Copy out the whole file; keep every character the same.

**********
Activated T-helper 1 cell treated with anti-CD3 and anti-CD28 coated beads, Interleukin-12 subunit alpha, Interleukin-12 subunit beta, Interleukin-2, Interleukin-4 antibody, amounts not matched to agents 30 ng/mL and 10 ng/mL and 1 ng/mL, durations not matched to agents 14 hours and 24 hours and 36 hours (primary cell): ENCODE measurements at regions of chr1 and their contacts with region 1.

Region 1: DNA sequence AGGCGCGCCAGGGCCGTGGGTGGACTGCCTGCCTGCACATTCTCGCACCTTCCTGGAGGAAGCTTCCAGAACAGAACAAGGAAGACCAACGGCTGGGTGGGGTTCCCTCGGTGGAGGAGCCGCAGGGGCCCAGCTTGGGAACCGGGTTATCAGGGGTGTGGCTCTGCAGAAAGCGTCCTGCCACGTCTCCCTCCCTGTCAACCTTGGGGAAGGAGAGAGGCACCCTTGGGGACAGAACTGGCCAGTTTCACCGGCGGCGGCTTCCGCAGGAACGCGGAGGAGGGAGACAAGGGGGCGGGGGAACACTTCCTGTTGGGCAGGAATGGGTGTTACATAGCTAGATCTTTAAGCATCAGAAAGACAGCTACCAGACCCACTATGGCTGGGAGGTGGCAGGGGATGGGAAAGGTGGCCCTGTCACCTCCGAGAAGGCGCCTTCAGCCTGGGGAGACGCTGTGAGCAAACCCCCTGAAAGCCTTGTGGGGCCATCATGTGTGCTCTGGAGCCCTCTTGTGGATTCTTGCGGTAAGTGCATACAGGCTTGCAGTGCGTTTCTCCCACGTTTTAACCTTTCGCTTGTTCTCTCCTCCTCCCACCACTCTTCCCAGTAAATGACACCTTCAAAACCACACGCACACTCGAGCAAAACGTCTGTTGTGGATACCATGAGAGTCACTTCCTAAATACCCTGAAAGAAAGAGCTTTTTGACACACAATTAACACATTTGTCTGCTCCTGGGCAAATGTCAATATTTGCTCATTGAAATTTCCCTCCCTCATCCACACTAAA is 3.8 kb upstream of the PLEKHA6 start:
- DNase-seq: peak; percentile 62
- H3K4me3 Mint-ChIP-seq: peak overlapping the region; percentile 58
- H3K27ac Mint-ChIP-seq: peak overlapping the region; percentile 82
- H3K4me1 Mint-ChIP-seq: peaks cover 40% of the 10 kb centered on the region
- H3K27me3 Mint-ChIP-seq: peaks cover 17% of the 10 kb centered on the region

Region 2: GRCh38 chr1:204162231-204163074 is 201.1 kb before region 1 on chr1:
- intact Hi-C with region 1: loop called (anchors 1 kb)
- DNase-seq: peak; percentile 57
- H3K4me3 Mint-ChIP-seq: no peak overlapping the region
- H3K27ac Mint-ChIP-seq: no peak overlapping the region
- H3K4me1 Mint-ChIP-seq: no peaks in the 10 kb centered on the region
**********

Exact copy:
Activated T-helper 1 cell treated with anti-CD3 and anti-CD28 coated beads, Interleukin-12 subunit alpha, Interleukin-12 subunit beta, Interleukin-2, Interleukin-4 antibody, amounts not matched to agents 30 ng/mL and 10 ng/mL and 1 ng/mL, durations not matched to agents 14 hours and 24 hours and 36 hours (primary cell): ENCODE measurements at regions of chr1 and their contacts with region 1.

Region 1: DNA sequence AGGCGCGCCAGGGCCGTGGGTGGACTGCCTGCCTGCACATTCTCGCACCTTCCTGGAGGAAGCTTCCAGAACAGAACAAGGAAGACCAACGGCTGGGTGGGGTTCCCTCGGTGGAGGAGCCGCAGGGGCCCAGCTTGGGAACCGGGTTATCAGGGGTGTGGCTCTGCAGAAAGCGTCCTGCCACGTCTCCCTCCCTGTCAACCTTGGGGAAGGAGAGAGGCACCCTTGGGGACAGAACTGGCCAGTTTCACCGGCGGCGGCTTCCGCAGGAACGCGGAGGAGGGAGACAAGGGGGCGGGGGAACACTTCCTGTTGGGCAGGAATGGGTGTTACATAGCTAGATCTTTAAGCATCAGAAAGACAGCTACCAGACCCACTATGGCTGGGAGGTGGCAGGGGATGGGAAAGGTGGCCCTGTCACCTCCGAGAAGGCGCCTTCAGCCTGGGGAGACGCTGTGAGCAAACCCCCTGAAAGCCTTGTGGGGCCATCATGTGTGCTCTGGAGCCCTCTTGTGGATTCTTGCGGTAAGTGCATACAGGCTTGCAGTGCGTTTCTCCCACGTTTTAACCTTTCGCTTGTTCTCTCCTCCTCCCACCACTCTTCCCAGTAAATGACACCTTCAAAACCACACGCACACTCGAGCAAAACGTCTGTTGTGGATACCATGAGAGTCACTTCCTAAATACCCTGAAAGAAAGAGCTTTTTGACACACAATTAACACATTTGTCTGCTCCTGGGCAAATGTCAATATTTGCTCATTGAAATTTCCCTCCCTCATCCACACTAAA is 3.8 kb upstream of the PLEKHA6 start:
- DNase-seq: peak; percentile 62
- H3K4me3 Mint-ChIP-seq: peak overlapping the region; percentile 58
- H3K27ac Mint-ChIP-seq: peak overlapping the region; percentile 82
- H3K4me1 Mint-ChIP-seq: peaks cover 40% of the 10 kb centered on the region
- H3K27me3 Mint-ChIP-seq: peaks cover 17% of the 10 kb centered on the region

Region 2: GRCh38 chr1:204162231-204163074 is 201.1 kb before region 1 on chr1:
- intact Hi-C with region 1: loop called (anchors 1 kb)
- DNase-seq: peak; percentile 57
- H3K4me3 Mint-ChIP-seq: no peak overlapping the region
- H3K27ac Mint-ChIP-seq: no peak overlapping the region
- H3K4me1 Mint-ChIP-seq: no peaks in the 10 kb centered on the region